Natchez is the first European settlement on the Mississippi River, and the King’s Tavern is reported to be the town’s first structure, a National Historic Landmark whose history dates back to the late 1700’s. Richard King built his namesake tavern from the boards of boats brought ashore by longboat shipmen. Shipmen would bring cargo down the river, unload, dismantle their boats, then walk the 400-plus miles up the Natchez Trace to Nashville for their next run. The tavern served travelers, boatmen, and the outlaws who preyed on them. It offered food, board, and drink, and even served as a post office. When the invention of the steamboat eliminated the need for an often-dangerous overland passage back up the river, the stagecoach business in Natchez dried up, and in 1817 Richard King sold the tavern to a family. The building served as a private residence for 150 years until until it was sold again in 1973 and eventually re-opened as a restaurant and bar. Bring your camera: patrons are encouraged to seek out the resident hauntings and see for themselves.
There is a great deal of paranormal activity reported in the tavern, much of it is linked to past events that are probably more apocryphal than accurately historic. The restaurant’s staff credit a ghost named Madeline for their unexplained events. Allegedly, during a renovation in the 1930’s, three bodies and a dagger were found bricked into the fireplace in the dining room. The bodies were said to be of two men and a woman, and speculation led to the identification of the woman as Madeline, Richard King’s alleged mistress and tavern employee. Actual historical records indicate that only a dagger was found, but the story of the three bodies is widely reported. Madeline is blamed for footprints in freshly mopped floors, moving objects, unexplained heat emanating from a bed and a fireplace, and is said to be the apparition that appears to some visitors. In addition to Madeline, who is thought to be a benign and friendly entity, there is a male entity, who is said to appear in an upstairs mirror. The male entity has been seen in spectral form and is blamed for thrown dishes and feelings of pressure in the chest and neck. The King’s Tavern also has a baby ghost. Sounds of a baby crying are attributed to the tale of Big Harpe, a legendary outlaw who, as the story goes, was drinking at the tavern one night when he heard a baby crying. He found the baby and the mother upstairs at the inn, grabbed the baby and slammed his or her head against the wall, killing the baby instantly. Then, he went downstairs and ordered another drink.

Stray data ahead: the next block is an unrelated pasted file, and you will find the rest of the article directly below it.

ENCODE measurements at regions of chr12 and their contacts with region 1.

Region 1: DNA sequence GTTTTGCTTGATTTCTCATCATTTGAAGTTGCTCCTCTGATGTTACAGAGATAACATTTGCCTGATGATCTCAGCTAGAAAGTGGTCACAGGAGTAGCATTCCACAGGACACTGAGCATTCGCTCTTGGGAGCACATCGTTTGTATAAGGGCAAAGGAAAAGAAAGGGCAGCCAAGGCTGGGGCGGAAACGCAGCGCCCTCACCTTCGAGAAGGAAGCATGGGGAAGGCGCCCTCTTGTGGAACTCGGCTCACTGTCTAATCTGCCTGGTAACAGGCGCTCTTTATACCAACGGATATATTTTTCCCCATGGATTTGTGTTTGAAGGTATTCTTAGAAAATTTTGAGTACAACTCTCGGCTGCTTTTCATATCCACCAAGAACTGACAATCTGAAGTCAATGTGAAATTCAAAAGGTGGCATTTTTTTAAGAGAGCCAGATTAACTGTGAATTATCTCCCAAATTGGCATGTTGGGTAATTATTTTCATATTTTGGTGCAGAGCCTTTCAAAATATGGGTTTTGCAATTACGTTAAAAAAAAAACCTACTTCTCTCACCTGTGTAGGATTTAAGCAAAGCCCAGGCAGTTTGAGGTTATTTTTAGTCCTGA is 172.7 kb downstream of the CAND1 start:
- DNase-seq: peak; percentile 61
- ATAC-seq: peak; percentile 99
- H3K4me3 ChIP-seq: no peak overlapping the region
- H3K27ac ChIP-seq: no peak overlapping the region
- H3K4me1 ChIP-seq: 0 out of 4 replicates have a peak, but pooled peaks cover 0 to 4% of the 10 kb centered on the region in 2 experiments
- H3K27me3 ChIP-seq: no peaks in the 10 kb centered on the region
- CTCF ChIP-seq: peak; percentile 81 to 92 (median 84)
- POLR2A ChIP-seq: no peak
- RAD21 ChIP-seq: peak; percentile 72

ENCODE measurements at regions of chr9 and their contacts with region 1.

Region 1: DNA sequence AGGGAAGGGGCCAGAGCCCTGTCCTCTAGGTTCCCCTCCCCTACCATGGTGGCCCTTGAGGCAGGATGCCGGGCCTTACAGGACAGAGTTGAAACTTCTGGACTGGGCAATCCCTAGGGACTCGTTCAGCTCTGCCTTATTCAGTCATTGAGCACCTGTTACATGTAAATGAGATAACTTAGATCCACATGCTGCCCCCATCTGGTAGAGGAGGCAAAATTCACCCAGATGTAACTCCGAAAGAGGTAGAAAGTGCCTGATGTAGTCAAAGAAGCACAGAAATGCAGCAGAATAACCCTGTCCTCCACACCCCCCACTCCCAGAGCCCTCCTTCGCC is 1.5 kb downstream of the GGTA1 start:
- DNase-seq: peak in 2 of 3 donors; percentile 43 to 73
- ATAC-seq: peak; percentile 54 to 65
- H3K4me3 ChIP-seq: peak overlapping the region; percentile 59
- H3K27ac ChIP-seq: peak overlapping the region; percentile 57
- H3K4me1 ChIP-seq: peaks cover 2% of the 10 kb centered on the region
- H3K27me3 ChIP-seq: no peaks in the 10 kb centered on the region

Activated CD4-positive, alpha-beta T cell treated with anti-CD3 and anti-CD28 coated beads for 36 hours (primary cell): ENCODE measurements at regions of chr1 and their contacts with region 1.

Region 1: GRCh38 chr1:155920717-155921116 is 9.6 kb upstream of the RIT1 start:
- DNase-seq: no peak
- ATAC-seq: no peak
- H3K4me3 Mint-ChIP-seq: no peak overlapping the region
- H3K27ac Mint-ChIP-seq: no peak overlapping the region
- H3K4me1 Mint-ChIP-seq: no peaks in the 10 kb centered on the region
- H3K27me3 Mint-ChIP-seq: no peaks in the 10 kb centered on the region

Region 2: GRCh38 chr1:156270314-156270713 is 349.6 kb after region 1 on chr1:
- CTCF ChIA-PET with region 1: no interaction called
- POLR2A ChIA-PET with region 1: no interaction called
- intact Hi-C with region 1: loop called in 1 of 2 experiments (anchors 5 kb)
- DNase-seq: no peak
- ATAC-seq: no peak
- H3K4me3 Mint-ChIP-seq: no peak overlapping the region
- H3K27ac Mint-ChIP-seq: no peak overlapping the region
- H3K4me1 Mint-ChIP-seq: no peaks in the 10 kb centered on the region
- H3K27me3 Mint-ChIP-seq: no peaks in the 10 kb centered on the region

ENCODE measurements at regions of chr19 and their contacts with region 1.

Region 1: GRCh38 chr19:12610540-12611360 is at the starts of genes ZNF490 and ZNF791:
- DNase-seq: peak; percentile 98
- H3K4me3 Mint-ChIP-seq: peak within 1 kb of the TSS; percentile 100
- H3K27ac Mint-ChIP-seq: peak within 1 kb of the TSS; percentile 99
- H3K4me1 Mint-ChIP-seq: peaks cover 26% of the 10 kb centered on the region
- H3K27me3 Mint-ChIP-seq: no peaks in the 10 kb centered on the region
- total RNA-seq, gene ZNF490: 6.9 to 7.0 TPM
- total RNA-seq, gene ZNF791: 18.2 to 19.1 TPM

Address: 619 Jefferson Street, Natchez, MS 39120
Phone: (601) 446-8845